The Department of Art offers six programs of visual studies leading to the bachelor’s degree: the bachelor of fine arts major (B.F.A.), the studio art major, the art business major, the art education licensure major, the graphic design major and the interdisciplinary communication studies major. The programs are designed to build on the strengths of a traditional core curriculum while encouraging individual artistic direction and supporting career goals. Completion of a degree program provides the student with the academic background, technical foundation, and qualifications necessary to pursue graduate study or a career in the visual arts, communication, education or a related field.
Along with the majors, the department offers a concentration in the Bachelor of Liberal Studies program, a minor in art education and a minor in art history. The minor may be elected to accompany a major or chosen to support programs in other fields that interrelate with visual art. In addition to these programs, the department supplies a range of courses that satisfy two of the categories of the Integrated Curriculum: Fine Arts and Historical Analysis as well as the Informational Literary and International Domestic and Global tags.
The department also welcomes students who simply wish to explore their creative interests by taking an individual art course. Introductory studios are open to all students with or without previous art experience or special skills.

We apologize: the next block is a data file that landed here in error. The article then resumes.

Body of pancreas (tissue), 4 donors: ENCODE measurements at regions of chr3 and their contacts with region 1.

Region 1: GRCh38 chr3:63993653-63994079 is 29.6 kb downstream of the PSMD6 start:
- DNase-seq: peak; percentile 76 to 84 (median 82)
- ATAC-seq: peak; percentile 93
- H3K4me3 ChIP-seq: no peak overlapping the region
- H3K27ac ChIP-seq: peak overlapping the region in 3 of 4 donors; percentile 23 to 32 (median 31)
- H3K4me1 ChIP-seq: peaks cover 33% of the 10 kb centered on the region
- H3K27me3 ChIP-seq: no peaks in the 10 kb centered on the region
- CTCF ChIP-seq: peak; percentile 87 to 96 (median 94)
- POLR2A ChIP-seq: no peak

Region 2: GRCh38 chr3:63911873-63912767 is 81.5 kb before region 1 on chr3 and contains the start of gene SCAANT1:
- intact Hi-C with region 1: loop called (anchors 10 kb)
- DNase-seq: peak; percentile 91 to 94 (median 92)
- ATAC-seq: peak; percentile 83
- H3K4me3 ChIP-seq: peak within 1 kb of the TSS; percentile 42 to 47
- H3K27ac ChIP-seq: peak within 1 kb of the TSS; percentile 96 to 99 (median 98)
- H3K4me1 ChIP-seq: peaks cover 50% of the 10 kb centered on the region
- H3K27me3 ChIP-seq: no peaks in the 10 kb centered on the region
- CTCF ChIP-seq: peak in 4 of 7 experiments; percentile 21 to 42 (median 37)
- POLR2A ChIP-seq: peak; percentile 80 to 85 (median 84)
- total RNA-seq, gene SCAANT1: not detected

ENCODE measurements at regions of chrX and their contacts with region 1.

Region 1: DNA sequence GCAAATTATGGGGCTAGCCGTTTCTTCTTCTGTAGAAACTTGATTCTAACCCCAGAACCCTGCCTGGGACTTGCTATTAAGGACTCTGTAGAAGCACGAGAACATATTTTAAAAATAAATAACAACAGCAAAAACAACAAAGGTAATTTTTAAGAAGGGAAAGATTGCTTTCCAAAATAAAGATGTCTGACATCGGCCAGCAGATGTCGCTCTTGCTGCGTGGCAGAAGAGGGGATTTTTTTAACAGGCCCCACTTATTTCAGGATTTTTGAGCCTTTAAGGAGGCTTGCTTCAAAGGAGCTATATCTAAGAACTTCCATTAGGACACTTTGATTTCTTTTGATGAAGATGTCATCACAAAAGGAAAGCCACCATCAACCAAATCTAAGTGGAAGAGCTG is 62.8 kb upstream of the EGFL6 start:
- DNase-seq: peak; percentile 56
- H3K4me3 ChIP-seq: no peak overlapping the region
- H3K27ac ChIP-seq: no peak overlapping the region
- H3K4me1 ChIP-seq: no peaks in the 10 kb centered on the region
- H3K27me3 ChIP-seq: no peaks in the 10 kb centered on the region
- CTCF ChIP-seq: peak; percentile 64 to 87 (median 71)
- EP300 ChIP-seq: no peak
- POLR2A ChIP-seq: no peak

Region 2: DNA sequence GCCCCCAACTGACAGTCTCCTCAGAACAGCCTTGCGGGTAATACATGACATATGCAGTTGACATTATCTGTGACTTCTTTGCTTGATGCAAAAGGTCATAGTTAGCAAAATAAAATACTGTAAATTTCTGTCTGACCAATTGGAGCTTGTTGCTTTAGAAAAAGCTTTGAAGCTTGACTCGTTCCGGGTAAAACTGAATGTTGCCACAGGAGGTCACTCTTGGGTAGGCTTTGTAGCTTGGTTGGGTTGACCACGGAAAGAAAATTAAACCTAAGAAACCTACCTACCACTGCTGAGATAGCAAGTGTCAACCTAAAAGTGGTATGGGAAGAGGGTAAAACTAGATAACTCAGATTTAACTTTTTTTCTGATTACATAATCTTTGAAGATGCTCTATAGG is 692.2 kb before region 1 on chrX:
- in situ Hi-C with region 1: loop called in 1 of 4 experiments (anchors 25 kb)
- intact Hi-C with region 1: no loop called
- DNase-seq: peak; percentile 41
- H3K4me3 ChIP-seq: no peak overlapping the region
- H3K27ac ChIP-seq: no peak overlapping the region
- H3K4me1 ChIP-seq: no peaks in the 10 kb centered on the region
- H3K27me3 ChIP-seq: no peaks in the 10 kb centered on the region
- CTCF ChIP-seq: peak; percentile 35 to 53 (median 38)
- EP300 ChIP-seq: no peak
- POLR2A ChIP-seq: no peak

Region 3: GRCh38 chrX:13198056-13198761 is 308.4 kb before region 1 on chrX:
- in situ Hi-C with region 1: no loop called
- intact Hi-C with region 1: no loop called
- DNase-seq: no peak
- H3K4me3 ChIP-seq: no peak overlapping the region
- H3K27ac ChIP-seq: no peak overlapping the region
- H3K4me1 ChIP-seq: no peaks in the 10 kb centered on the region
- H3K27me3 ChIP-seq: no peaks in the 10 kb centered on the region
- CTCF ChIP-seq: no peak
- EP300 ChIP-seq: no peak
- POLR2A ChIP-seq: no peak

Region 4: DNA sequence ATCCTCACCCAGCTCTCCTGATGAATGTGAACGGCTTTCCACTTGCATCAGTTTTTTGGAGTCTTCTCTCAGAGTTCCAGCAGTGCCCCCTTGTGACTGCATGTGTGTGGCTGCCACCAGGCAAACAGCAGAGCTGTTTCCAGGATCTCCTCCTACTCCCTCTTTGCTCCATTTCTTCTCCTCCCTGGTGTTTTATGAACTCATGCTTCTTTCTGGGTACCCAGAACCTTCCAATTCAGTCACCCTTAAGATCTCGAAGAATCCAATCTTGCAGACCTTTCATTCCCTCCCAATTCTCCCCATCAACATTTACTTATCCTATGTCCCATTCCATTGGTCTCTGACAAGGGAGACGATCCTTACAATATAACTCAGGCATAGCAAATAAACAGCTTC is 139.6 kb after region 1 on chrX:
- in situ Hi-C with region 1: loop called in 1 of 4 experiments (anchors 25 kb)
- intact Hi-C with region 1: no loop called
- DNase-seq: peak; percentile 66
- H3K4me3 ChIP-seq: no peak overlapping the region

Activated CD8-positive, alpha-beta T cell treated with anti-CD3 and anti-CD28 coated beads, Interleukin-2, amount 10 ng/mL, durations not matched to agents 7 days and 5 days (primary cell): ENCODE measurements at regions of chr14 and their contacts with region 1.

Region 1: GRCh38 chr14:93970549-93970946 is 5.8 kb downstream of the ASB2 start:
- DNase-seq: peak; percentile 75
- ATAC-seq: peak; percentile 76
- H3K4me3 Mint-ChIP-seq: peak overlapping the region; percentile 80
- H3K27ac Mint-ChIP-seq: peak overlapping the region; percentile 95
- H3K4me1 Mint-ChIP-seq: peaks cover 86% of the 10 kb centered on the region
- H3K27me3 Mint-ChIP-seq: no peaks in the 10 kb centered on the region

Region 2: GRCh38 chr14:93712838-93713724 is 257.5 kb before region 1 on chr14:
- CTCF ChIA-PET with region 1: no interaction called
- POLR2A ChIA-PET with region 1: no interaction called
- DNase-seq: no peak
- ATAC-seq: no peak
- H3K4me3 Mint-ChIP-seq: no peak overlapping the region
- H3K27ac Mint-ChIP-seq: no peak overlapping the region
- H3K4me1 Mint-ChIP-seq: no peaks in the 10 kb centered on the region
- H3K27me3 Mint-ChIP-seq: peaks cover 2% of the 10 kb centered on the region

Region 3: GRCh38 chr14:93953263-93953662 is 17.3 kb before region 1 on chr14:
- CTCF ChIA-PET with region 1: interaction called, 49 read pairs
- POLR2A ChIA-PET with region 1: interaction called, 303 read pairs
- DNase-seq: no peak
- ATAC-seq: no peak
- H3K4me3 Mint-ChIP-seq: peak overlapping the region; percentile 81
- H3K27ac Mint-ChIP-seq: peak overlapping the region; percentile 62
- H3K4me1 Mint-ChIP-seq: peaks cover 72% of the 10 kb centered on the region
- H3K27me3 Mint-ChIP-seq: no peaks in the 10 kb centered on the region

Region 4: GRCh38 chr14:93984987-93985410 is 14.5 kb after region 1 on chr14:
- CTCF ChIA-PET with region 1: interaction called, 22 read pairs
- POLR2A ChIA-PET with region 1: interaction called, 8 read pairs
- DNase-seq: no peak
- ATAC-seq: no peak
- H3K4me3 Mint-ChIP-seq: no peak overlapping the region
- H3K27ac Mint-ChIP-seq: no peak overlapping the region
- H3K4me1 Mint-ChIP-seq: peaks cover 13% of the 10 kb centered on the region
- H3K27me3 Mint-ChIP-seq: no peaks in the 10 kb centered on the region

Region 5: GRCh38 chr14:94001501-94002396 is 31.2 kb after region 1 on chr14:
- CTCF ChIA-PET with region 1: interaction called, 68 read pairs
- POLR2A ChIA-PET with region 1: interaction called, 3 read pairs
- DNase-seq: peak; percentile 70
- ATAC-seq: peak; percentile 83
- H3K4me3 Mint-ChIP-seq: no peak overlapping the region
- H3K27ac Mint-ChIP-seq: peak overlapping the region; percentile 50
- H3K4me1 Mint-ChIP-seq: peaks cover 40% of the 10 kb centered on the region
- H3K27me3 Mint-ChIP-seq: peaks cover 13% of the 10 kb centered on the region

Other on-campus resources include an outstanding art collection of Imagist and Abstractionist art. Comprising more than 150 works, this collection is on permanent display in the A.C. Buehler Library. In addition, the College has a vibrant art exhibition and a visiting artist program that each year hosts six or more exhibitions by professional artists that include gallery talks and additional classroom contact.
Dustan Creech, Chair; Lynn Hill, Andrew Sobol, John Pitman Weber, professor emeritus, Richard Paulsen, associate emeritus
Majors in Art
All majors in Art require a combination of the Core Curriculum and concentrations in studio work.
The Core Curriculum
One course from the following in Non-European Art History:
The Core Curriculum is designed to provide students with knowledge of and ability to use the basic components of visual literacy, an understanding of the art historical heritage of Western culture and of non-European traditions, and an understanding of how these areas of the discipline interrelate and how they are integrated in practice.
Areas of Concentration
Students may elect studio courses from the following five areas:
Note: The department offers some courses on a multi-level or multi-section basis, meaning that two or more levels of a course or two related courses may meet at the same time and may share the same studio space. In such a case, the instructor’s time is divided among the students from each of these sections. All studio courses require work on projects apart from scheduled meeting times. Upper-level students may be obliged to meet with the instructor at times different from the printed class schedule.